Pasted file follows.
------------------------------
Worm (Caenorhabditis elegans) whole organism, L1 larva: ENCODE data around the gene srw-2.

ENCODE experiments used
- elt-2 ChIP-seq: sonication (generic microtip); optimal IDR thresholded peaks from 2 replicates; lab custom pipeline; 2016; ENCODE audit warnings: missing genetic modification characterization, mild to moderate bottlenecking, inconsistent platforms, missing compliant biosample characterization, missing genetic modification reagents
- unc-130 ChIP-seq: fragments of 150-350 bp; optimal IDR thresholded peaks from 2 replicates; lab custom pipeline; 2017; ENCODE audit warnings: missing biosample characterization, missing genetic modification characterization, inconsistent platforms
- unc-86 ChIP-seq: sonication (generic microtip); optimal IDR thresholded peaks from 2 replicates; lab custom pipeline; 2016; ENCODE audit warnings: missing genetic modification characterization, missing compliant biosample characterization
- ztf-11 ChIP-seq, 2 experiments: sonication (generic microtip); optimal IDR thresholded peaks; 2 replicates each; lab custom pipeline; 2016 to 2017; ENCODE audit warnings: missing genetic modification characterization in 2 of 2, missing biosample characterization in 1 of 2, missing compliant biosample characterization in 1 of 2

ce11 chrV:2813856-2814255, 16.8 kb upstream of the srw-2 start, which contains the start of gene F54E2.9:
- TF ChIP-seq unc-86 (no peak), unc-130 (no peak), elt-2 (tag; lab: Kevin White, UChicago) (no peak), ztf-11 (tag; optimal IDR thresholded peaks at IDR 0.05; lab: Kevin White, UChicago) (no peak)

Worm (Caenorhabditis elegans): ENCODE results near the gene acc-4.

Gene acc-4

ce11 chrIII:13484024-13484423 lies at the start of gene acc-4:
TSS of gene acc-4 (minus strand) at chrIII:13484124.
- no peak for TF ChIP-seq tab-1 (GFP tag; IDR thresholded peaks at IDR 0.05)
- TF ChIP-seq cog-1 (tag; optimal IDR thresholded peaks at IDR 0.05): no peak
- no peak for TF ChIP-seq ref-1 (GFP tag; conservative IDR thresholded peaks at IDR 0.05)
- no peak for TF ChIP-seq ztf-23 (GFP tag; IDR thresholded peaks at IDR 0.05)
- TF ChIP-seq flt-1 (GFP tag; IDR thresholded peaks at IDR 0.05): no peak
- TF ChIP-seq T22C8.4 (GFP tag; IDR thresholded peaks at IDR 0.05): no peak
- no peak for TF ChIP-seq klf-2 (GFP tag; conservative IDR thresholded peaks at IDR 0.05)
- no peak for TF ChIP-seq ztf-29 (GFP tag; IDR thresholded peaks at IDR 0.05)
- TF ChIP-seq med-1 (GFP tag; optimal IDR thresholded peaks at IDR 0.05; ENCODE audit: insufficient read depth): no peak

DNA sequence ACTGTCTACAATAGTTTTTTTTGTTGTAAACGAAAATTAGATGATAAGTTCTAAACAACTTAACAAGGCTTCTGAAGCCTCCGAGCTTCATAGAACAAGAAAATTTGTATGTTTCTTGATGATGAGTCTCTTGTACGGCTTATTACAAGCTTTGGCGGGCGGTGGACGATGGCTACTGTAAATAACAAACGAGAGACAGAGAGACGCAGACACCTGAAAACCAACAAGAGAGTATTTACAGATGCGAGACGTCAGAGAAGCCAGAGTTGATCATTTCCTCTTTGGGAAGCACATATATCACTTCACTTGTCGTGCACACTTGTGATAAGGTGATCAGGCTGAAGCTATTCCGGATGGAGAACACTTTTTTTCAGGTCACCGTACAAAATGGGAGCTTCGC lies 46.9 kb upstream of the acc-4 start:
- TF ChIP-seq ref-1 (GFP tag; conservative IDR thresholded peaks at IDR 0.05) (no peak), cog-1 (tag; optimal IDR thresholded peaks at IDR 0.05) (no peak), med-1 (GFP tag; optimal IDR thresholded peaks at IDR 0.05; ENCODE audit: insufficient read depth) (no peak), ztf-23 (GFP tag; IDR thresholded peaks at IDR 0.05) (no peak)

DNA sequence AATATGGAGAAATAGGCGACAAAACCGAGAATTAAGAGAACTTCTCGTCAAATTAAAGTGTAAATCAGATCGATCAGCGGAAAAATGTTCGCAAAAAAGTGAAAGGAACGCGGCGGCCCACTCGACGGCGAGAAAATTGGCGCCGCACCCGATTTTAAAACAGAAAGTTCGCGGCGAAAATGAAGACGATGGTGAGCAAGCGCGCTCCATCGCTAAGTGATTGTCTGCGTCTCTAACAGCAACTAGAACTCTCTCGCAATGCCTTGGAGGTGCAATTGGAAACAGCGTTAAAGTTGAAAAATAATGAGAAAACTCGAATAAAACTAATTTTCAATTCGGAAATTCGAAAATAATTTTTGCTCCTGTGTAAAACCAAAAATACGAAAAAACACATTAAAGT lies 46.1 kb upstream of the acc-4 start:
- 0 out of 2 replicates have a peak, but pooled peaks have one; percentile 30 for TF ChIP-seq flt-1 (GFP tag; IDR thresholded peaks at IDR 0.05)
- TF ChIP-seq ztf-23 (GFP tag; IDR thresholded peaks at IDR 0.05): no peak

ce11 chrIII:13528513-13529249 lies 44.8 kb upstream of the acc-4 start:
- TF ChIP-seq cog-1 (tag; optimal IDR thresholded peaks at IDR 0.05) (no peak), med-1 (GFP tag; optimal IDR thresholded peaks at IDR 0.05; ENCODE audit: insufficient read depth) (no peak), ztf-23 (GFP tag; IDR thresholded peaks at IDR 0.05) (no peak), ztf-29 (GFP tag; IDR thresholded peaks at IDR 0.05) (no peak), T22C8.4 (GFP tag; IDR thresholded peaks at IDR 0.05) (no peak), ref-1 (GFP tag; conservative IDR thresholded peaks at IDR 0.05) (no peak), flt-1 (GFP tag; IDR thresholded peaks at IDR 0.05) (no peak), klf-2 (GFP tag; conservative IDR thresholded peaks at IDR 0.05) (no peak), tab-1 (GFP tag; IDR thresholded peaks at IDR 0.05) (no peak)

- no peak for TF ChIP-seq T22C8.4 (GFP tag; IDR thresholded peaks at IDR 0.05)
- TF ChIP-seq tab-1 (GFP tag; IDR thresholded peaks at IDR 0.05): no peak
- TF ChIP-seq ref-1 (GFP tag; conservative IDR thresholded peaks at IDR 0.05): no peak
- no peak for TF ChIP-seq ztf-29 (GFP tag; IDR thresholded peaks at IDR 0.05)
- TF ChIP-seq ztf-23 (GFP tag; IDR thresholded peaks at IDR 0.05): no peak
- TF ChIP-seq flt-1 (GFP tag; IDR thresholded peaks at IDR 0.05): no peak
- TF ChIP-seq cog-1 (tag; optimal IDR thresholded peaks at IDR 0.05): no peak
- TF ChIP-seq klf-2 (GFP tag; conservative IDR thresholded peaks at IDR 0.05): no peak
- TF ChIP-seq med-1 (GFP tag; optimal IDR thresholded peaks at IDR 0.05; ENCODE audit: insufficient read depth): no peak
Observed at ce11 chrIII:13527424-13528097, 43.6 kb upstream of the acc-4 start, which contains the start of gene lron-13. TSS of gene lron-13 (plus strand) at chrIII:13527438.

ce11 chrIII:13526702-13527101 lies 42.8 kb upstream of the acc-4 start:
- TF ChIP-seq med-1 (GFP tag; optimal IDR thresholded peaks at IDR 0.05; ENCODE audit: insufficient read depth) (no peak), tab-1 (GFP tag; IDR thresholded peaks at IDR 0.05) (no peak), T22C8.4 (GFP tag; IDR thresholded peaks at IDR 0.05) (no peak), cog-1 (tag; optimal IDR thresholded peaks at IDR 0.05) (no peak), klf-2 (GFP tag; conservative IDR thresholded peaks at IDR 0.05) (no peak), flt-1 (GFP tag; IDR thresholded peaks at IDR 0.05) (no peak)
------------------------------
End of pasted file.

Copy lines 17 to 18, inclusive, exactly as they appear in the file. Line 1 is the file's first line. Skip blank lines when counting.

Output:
- TF ChIP-seq flt-1 (GFP tag; IDR thresholded peaks at IDR 0.05): no peak
- TF ChIP-seq T22C8.4 (GFP tag; IDR thresholded peaks at IDR 0.05): no peak